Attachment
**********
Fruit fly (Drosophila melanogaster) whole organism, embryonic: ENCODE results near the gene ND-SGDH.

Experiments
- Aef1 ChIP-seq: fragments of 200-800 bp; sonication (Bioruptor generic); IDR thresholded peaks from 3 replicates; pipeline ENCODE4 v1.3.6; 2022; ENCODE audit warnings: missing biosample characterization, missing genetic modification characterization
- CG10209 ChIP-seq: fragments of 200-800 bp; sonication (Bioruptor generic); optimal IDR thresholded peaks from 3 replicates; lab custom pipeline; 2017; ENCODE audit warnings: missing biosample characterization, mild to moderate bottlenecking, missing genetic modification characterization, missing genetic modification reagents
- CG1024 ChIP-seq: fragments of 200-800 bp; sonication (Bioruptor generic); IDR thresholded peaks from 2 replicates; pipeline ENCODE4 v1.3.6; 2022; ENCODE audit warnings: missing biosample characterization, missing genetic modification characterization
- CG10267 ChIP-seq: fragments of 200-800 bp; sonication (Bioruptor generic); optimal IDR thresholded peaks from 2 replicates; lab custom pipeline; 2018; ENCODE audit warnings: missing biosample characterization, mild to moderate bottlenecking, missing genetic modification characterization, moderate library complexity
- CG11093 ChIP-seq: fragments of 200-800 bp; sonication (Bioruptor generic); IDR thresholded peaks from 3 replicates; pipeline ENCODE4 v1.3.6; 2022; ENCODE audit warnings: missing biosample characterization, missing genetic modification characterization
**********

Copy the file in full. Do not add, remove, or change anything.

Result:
Fruit fly (Drosophila melanogaster) whole organism, embryonic: ENCODE results near the gene ND-SGDH.

Experiments
- Aef1 ChIP-seq: fragments of 200-800 bp; sonication (Bioruptor generic); IDR thresholded peaks from 3 replicates; pipeline ENCODE4 v1.3.6; 2022; ENCODE audit warnings: missing biosample characterization, missing genetic modification characterization
- CG10209 ChIP-seq: fragments of 200-800 bp; sonication (Bioruptor generic); optimal IDR thresholded peaks from 3 replicates; lab custom pipeline; 2017; ENCODE audit warnings: missing biosample characterization, mild to moderate bottlenecking, missing genetic modification characterization, missing genetic modification reagents
- CG1024 ChIP-seq: fragments of 200-800 bp; sonication (Bioruptor generic); IDR thresholded peaks from 2 replicates; pipeline ENCODE4 v1.3.6; 2022; ENCODE audit warnings: missing biosample characterization, missing genetic modification characterization
- CG10267 ChIP-seq: fragments of 200-800 bp; sonication (Bioruptor generic); optimal IDR thresholded peaks from 2 replicates; lab custom pipeline; 2018; ENCODE audit warnings: missing biosample characterization, mild to moderate bottlenecking, missing genetic modification characterization, moderate library complexity
- CG11093 ChIP-seq: fragments of 200-800 bp; sonication (Bioruptor generic); IDR thresholded peaks from 3 replicates; pipeline ENCODE4 v1.3.6; 2022; ENCODE audit warnings: missing biosample characterization, missing genetic modification characterization